ARS Scientist Leads National Effort To
Decipher Beetle's Genes By
November 13, 2003
Scientists will soon have access to the entire genetic blueprint
of a key agricultural pest, the red flour beetle, thanks largely to the efforts
of an Agricultural Research Service
The National Human Genome
Research Institute, part of the National
Institutes of Health, recently gave the green light for this project and
has named it a high priority. ARS entomologist Richard Beeman,
Kansas State University collaborators Susan
Brown and Rob Denell, and Richard Gibbs of the
Baylor College of Medicine in Houston,
Texas, will sequence the complete genome of the red flour beetle.
That means the beetle, Tribolium castaneum, will soon
join the ranks of other model organisms like the fruit fly. But this will be
the first time that the genome of a beetle or of an agricultural pest will be
Tribolium is a significant pest of stored grain and grain
products worldwide. Insight into its ability to establish resistance to many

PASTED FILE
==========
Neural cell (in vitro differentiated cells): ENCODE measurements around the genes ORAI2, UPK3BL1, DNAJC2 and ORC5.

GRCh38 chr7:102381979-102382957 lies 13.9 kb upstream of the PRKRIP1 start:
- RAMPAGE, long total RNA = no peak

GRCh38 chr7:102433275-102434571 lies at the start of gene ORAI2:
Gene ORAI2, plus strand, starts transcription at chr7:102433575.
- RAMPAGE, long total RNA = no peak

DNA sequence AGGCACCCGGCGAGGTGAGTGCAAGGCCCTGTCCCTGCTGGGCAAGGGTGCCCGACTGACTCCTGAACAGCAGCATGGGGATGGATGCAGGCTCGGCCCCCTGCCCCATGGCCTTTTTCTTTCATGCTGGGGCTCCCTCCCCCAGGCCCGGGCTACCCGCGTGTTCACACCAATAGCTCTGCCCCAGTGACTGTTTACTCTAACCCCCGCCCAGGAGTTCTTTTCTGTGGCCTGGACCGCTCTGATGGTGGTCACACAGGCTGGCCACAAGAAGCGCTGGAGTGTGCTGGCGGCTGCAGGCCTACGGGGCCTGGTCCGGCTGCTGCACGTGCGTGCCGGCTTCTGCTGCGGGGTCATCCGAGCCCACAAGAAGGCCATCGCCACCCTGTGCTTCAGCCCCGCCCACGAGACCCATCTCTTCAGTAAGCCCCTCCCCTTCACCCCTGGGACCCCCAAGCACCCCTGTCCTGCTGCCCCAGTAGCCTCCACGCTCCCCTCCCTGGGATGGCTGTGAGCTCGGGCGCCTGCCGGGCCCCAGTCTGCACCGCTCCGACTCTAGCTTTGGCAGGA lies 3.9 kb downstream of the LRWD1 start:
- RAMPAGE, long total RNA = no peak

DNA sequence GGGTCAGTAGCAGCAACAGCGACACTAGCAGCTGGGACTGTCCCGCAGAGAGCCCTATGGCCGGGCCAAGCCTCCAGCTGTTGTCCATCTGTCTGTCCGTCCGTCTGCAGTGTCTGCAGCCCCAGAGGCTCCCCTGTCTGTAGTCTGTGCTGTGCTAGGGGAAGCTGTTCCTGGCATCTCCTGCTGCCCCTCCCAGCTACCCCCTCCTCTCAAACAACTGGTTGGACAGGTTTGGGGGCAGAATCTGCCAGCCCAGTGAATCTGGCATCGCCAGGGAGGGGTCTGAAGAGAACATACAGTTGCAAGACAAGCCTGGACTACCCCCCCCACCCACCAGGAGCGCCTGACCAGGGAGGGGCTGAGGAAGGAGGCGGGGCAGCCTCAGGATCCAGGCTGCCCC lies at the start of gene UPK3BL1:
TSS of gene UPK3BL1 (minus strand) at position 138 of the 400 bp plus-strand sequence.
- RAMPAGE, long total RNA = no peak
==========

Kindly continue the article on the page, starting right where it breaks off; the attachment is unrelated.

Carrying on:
classes of insecticide could open new doors to insect pest management
Because the red flour beetle is a member of the largest and most
diverse animal order, Coleoptera, discoveries about its DNA will shed light on
beetles as a group--organisms unmatched in their global abundance, range of
habitat and evolutionary success.
Beeman will be supplying the DNA for the project. He'll choose
an isogenic, highly inbred strain that is equivalent, he says, to an army of
identical beetle twins. The strain's lack of genetic variation will ease the
For two decades, Beeman has been studying the genetics of T.
castaneum from his lab at the ARS Grain Marketing and Production Research
Center in Manhattan, Kan. His advances in the field, including the project
he initiated to assemble a physical map of the beetle genome, will supplement
information gained by the sequencing project.
ARS is the U.S. Department of
Agriculture's chief scientific research agency.